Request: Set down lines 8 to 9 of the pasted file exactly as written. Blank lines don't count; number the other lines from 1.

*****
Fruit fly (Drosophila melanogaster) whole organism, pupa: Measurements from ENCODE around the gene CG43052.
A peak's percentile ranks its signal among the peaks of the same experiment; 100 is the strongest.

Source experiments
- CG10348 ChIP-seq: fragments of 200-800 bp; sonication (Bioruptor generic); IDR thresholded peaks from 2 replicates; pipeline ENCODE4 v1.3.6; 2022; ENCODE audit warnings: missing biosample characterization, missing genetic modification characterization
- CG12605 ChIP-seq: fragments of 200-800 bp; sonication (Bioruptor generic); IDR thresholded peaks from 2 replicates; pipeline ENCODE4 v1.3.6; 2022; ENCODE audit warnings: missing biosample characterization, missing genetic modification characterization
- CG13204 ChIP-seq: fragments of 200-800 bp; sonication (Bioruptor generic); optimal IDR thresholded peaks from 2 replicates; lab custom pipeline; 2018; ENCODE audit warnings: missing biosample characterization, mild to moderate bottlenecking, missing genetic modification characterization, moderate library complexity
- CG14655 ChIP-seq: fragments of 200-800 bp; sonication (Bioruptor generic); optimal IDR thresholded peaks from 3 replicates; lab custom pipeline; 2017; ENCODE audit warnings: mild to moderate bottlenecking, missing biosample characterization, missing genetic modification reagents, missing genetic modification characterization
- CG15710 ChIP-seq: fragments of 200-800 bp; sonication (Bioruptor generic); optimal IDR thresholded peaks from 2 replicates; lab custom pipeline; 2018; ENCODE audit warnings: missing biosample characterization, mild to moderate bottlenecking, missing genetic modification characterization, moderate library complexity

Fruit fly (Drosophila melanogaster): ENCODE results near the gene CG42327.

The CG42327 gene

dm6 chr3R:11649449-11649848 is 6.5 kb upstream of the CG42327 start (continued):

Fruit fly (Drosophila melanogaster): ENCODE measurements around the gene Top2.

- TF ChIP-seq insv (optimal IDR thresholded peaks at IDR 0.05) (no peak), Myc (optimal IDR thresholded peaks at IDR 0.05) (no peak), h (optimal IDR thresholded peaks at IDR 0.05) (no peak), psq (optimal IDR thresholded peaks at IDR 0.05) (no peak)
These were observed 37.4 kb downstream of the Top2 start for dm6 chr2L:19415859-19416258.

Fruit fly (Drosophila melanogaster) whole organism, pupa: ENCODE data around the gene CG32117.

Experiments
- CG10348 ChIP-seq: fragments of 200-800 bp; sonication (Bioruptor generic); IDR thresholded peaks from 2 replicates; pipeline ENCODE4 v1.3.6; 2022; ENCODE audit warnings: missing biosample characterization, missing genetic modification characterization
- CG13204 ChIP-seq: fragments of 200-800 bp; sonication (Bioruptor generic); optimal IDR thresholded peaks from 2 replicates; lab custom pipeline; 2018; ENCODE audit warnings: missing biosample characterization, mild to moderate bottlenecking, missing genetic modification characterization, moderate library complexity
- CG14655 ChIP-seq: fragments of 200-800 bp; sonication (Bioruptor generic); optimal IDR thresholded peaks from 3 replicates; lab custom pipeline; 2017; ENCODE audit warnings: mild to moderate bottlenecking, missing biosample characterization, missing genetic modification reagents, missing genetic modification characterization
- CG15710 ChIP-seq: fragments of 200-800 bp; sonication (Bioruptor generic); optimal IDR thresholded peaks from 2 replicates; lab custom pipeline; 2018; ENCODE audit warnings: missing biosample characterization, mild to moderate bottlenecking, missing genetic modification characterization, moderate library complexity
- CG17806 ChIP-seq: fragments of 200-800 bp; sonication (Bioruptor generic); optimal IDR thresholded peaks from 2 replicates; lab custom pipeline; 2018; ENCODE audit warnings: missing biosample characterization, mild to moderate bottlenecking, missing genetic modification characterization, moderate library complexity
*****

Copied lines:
- CG15710 ChIP-seq: fragments of 200-800 bp; sonication (Bioruptor generic); optimal IDR thresholded peaks from 2 replicates; lab custom pipeline; 2018; ENCODE audit warnings: missing biosample characterization, mild to moderate bottlenecking, missing genetic modification characterization, moderate library complexity

Fruit fly (Drosophila melanogaster): ENCODE results near the gene CG42327.